The 5 Pillars of Recovery to Mental Wellness

Let’s face it. Recovery from one or more mental health conditions isn’t easy.

My name is Jared Bendifallah. I’ve been in recovery from a serious mental health diagnosis since the summer of 2015. But allow me to backtrack a bit.

I struggled with intense anxiety as a teenager, but the structure that high school and college provided kept me relatively stable for many years. Unfortunately, after college, without any structure or direction in my life, my mental health completely deteriorated. I moved back to my childhood home and lived there from 2013-2015. During this time, I became extremely socially isolated and hopeless about my life. I developed an eating disorder and started to have intense suicidal ideation.

Everything culminated when I spent 50 days at a psychiatric hospital. Unfortunately, my time there did not help me to get better. Thankfully, in the summer of 2015, I got a second chance at life at a residential program in Boulder, Colorado where I was able to get stable for the first time in three long years, overcome my eating disorder, and get my life back.

Between 2016 and 2019 I focused on my continued recovery while attempting to create a new life for myself. I got an Associate’s degree from Santa Monica College in 2017 and a Master’s degree from the University of Southern California in Urban Planning in 2019.

I started attending peer support groups with NAMI WLA in August of 2019 and have not looked back since. I attended the support groups almost every week for a year and took NAMI’s Peer to Peer class in the Fall of 2019. In 2020 I got trained to facilitate the peer support groups and started facilitating groups in October 2020. I get to lead three of the peer support groups a week for NAMI WLA and I’ve been blessed to be able to lead over 400 support groups since the Fall of 2020.

I’ve also had the opportunity to teach the Peer to Peer class several times and have spoken to middle schoolers, high schoolers, college students, and graduate students as a Youth and Lead Presenter for NAMI’s “Ending the Silence Program.” Since April of 2023 I’ve also been working full time for NAMI WLA as a peer support specialist.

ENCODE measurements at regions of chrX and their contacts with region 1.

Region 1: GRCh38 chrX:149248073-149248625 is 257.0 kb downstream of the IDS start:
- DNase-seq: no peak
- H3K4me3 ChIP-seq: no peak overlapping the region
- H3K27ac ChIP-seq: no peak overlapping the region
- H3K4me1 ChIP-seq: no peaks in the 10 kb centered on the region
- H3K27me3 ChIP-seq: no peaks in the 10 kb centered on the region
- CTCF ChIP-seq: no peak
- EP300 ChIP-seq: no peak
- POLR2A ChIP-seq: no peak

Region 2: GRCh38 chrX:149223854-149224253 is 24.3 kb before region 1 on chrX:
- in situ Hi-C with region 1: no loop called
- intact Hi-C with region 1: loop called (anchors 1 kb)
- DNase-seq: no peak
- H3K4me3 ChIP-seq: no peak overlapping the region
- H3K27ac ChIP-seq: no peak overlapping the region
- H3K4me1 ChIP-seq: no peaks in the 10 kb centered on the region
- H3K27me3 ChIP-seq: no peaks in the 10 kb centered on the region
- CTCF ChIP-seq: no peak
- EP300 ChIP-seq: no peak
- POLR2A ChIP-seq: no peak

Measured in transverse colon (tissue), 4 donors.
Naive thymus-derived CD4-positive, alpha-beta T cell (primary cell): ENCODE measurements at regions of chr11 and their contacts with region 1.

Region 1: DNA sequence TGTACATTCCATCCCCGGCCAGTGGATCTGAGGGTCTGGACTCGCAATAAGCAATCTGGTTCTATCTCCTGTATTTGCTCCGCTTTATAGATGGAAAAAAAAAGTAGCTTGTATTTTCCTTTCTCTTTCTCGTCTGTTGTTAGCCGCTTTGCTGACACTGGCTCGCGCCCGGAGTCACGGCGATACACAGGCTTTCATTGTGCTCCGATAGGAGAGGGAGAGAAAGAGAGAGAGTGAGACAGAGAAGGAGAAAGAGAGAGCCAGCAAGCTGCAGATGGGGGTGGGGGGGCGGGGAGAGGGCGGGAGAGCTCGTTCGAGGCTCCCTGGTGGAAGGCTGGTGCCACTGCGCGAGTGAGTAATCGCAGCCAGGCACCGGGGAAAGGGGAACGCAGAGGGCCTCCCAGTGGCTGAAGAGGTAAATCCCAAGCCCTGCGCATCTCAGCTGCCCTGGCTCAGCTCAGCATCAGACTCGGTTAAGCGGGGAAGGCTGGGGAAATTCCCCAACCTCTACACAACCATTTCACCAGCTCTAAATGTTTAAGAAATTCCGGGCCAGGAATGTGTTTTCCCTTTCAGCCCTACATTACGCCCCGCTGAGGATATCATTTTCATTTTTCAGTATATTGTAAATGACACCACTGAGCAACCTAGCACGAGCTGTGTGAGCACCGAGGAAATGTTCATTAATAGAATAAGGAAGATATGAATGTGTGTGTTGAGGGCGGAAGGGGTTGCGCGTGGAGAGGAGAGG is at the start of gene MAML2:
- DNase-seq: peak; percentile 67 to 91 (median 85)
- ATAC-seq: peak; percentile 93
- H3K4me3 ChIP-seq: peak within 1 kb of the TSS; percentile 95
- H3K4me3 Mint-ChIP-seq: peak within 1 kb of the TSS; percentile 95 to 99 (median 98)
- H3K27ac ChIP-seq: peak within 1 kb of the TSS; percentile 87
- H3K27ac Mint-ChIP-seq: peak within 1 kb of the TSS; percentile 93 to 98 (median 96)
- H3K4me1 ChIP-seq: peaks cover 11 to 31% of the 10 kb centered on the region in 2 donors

I have developed these 5 Pillars of Recovery to Mental Wellness by observing what has worked for me along my recovery journey (as well as my mistakes) and observing what has worked for others throughout my time as a mental health advocate over the last several years.

The 5 Pillars of Recovery are:

  1.       Basic stability
  2.       Having a self-care plan
  3.       Trusting the process of recovery
  4.       Finding your community
  5.       Expanded self-awareness and intuition

The first pillar is basic stability, which is the foundation of recovery. This includes having clinical support, such as a psychiatrist and a therapist, and non-clinical support such as friends and family and maybe even a life coach or a mentor. It also includes having some kind of structure in your life to keep you grounded. Examples of structure could be attending a support group once a week, volunteering at a food pantry or a soup kitchen, going (back) to school, and/or working part-time or full time. My personal lack of structure in my life from 2013-2015, I believe, heavily contributed to my mental health deteriorating after college.

The second pillar is having a self-care plan, which includes cultivating your mental and emotional well-being on a consistent basis and having self-care tools that you can use when you are especially stressed out. For me this might be venting to family or friends or calling a “warm-line” when no one else is available and I need to talk to someone.

The second pillar also includes having one non-negotiable self-care tool that you can use every single day. This should be something that acts as an anchor for you and provides you with a strong foundation for self-care. It should be something that feels natural for you and feels good to do. For some people this could be exercising 4-5 times a week. For others, it could be journaling or some form of creativity.

The third pillar is trusting the process of recovery. Recovery is a process with bad days and setbacks, but it is important to never give up and to keep moving forward. Take one small step at a time and over the course of many months and even years you will be blown away by how much progress you have made.

The fourth pillar is finding your community. This could be anything from a bird watching club to a book club or a support group. You know you have found your community when you feel like you truly belong and you feel seen, heard, and supported by the people around you. For me, I knew after 3-4 weeks of attending NAMI WLA’s peer support groups in 2019 that I had found my community, a place where I belonged. There was something about attending support groups with other adults also living with one or more mental health conditions that made me feel safe and accepted.

The fifth pillar is expanded self-awareness and intuition. Becoming more self-aware includes learning about your strengths and talents as well as your struggles and challenges. Self-awareness can lead to greater insight into who you are as a person and is a powerful tool for personal growth. 

The fifth pillar also includes following your intuition. Some may call this “intuition” while some may call it a “gut reaction” but it is the part of you, a form of higher intelligence, that knows or understands something without any logical explanation. When you take what I like to call “enlightened action” based on your intuition, you can move your life forward in a way that brings you closer to your deepest dreams and your soul’s purpose, and gives life and recovery greater meaning.

Implementing these 5 Pillars of Recovery can lead to profound growth and healing over time. Keep pushing forward and never give up hope.

Jared Bendifallah

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